There are a bunch of historical facts of fad, insight and innovation that make it so that virtual experience isn't well-represented in story now games by Forge designers. That's just how it's happened to turn out, it's not a feature of either the creative agenda or the technical agenda*.

So, yes, the simulation has to be decent so that the thing holds together, whatever it is. Bad simulation can scupper story now play, right to dream play, or step on up play, all equally. What matters to creative agenda is what you're turning your simulation toward, not how good or bad it is.

I should illustrate! Let's see.

A couple of months ago I was playing Shock:Human Contact with my friends J and Rob. In Human Contact you play deep-space explorers making first contact with an alien civilization, and the fallout thereof. It's (a) as story now as games get, and (b) pretty damn rigorous hard sf.

In our game, the alien civilization had some kind of faster-than-light technology that we contactors didn't understand, and we players handwaved a rationale for. It was a bit of an uncomfortable element! As long as we could all make sense of it, the game held together: our characters' decisions meant something, and the ethical, social and philosophical fallout of our first contact mattered. You know what I mean? But at times that technology didn't make sense, and threatened to turn into just convenient magic. If it had gone too far in that direction, we would have been playing in a space-fantasy world instead, and the issues and subjects we were dealing with would have been irrelevant, retroactively invalid. Violating the simulation we'd set up would have also, just as you say, made our character's choices meaningless.

Now, Human Contact's simulation is interpersonal and intercommunal, not really physical, so I don't know if Human Contact would meet your virtual experience seeking needs. This is just an example of how violating believable in-game causality can violate narrativist play.

-Vincent

* "Technical agenda" isn't an official Big Model term, but I don't think there's much controversy about it. It's the component of creative agenda concerned with how we're going to pursue it, is all.
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Caldis
Member

Posts: 392


« Reply #6 on: May 24, 2011, 11:41:50 AM »

I think this thread is probably the closest to what you are looking for especially the second page where Lumpley (Vincent Baker) and Paul Czege describe RGFA Simulationism as a set of techniques and ephemera.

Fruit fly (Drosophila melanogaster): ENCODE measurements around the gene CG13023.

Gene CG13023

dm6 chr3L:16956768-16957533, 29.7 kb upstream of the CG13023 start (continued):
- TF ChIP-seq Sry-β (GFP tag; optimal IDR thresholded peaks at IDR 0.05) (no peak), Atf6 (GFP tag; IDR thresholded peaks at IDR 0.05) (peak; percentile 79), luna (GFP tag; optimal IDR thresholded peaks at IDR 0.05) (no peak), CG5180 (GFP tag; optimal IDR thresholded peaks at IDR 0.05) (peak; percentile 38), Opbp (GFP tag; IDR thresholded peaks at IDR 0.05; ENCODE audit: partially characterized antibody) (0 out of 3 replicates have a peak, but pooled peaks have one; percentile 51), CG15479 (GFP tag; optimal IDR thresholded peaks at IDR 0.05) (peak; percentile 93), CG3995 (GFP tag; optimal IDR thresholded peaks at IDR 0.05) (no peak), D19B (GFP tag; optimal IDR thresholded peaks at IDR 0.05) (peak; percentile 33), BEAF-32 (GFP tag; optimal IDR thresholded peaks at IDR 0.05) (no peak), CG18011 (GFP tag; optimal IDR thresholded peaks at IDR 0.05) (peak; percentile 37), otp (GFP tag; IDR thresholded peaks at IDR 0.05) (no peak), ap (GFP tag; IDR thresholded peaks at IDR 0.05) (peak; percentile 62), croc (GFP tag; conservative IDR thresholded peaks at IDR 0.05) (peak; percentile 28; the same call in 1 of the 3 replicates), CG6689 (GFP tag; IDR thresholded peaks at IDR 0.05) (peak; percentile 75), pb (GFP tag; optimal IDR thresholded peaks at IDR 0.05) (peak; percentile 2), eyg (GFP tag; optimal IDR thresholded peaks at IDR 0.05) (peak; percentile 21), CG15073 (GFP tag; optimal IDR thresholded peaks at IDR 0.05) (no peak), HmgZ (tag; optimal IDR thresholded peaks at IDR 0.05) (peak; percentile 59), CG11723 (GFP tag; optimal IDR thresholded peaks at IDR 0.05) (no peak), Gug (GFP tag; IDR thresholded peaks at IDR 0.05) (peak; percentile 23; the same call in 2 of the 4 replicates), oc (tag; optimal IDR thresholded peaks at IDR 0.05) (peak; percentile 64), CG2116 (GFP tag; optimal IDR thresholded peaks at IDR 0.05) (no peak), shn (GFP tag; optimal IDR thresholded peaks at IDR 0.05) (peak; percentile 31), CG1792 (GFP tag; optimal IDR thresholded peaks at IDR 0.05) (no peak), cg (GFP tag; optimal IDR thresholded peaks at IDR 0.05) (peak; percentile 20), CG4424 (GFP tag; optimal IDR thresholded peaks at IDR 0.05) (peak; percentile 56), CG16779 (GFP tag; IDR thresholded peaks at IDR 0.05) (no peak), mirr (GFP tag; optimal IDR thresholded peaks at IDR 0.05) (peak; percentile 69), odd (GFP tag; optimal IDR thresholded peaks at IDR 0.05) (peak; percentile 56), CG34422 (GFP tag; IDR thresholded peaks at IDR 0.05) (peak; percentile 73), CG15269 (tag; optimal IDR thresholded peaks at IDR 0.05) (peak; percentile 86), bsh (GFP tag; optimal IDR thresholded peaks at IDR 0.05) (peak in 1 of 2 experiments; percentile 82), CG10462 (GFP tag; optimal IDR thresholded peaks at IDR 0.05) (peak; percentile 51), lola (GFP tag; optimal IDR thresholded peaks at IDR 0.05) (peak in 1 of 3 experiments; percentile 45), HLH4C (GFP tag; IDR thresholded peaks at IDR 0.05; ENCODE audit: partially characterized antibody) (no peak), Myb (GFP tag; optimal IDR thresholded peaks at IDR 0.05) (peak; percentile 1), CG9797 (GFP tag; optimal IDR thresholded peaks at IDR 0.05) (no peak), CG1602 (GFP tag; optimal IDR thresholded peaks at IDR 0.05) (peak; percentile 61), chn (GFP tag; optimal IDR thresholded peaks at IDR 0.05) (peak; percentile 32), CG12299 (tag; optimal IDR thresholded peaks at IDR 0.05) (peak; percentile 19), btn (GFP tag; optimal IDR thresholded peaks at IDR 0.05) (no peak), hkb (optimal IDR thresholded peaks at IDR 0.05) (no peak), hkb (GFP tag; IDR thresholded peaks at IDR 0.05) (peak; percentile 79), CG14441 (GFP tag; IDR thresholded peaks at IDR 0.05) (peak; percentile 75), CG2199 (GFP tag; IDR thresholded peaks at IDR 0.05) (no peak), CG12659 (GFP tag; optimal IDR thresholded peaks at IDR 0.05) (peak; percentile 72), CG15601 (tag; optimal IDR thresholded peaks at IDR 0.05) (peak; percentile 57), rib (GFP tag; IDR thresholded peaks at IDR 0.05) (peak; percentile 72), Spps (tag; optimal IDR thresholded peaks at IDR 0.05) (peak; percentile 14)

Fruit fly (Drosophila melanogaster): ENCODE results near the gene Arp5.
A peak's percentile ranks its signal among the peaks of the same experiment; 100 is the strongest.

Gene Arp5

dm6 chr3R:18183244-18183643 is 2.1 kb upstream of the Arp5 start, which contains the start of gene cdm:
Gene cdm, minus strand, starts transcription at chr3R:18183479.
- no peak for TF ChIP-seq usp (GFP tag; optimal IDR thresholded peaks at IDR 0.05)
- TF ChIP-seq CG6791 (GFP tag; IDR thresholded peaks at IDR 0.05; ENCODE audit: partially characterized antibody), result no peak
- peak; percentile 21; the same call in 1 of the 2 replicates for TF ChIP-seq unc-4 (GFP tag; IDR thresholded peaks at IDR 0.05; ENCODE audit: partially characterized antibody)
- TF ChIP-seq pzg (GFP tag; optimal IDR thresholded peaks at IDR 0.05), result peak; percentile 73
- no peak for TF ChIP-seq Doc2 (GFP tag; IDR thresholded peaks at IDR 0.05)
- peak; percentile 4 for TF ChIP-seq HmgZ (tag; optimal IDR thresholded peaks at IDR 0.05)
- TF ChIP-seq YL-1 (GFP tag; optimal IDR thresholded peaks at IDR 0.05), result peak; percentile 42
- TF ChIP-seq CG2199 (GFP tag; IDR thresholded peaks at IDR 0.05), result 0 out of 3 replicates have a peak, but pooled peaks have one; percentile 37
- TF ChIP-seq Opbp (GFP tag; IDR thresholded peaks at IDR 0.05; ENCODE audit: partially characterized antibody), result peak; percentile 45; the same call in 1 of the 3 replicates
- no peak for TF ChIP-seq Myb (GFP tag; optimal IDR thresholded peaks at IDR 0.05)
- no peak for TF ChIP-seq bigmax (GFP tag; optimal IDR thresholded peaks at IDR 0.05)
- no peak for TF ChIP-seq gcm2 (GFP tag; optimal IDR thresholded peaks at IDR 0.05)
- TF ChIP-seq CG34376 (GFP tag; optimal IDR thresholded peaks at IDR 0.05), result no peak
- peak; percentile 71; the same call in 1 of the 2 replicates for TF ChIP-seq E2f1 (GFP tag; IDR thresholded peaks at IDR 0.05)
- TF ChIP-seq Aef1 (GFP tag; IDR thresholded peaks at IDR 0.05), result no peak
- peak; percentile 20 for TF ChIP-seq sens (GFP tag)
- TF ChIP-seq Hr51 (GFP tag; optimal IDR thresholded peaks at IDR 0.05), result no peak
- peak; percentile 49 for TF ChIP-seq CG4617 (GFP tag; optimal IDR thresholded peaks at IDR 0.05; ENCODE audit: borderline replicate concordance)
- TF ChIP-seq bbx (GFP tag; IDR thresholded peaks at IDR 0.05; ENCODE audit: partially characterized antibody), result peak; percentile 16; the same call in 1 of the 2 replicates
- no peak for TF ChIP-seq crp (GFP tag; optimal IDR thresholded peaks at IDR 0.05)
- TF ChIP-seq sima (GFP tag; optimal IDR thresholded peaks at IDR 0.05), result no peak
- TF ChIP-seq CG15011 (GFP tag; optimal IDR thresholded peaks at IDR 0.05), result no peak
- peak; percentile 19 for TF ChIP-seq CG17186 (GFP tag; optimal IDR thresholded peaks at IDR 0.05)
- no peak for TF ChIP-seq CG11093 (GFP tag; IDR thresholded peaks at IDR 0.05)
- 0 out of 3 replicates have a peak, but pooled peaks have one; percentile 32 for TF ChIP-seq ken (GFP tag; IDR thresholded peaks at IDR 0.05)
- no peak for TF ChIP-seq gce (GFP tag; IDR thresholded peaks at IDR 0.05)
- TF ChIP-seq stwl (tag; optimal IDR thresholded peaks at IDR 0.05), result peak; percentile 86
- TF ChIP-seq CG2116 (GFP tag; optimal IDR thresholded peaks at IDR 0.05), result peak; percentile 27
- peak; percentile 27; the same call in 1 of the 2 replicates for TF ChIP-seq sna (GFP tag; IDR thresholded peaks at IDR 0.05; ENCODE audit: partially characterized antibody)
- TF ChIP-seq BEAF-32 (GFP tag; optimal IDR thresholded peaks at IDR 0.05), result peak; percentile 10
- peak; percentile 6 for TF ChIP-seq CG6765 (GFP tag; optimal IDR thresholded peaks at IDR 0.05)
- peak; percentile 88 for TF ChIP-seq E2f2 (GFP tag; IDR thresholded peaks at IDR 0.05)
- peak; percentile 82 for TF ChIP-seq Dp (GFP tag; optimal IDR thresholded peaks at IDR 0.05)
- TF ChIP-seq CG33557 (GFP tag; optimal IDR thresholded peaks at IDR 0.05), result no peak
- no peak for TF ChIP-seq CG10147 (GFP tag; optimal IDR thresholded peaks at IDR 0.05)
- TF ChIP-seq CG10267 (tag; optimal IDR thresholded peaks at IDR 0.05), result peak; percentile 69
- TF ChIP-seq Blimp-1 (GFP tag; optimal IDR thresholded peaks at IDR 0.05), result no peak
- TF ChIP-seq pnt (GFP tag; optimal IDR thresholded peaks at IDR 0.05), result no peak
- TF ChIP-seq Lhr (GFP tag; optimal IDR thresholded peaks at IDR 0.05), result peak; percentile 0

http://indie-rpgs.com/archive/index.php?topic=9104.0


I think most people like taking on the role of a character, feeling connected to a character and acting like that character would really act.  Getting to the point where you are acting as a character in any situation is much more complicated than just connecting with a character.   We need to know things about this character like what he's capable of, what he cares about, what is happening in his life, what outside people and things are important and influence his life, what is going on in the world around the character.  You cant create all those things from directly inside the character.  They have to come from somewhere and are created for some kind of purpose, GNS (creative agenda) is mostly about trying to understand that purpose.  Why we create characters, situations, settings and what we hope to use this specific formulation to achieve is agenda how we do that is a combination of techniques like Virtual reality that John was talking about.






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wholeridge
Member

Posts: 21


« Reply #7 on: June 07, 2011, 04:46:12 PM »

Sorry to have taken so long to reply. Partly it was the effort of absorbing that heavy thread full of references to still older discussions, and partly I've been down sick for a couple weeks.

For me, my best experiences playing in an RPG have very much like my best experiences reading a novel, and I see John Kim's essay as contrasting "like reading a novel" (Virtual Experience, Immersionist?) play with "like writing a novel" (Collaborative Storytelling, Fabulist?) play. Did John Kim never get the chance to compare Immersionist Narrativism with Fabulist Narrativism? (In this old thread, he was holding off, waiting for Ron Edward's "Story Now" essay to appear.)

Caldis wrote:

Quote
I think most people like taking on the role of a character, feeling connected to a character and acting like that character would really act.  Getting to the point where you are acting as a character in any situation is much more complicated than just connecting with a character.   We need to know things about this character like what he's capable of, what he cares about, what is happening in his life, what outside people and things are important and influence his life, what is going on in the world around the character.  You cant create all those things from directly inside the character.  They have to come from somewhere and are created for some kind of purpose, GNS (creative agenda) is mostly about trying to understand that purpose.  Why we create characters, situations, settings and what we hope to use this specific formulation to achieve is agenda how we do that is a combination of techniques like Virtual reality that John was talking about.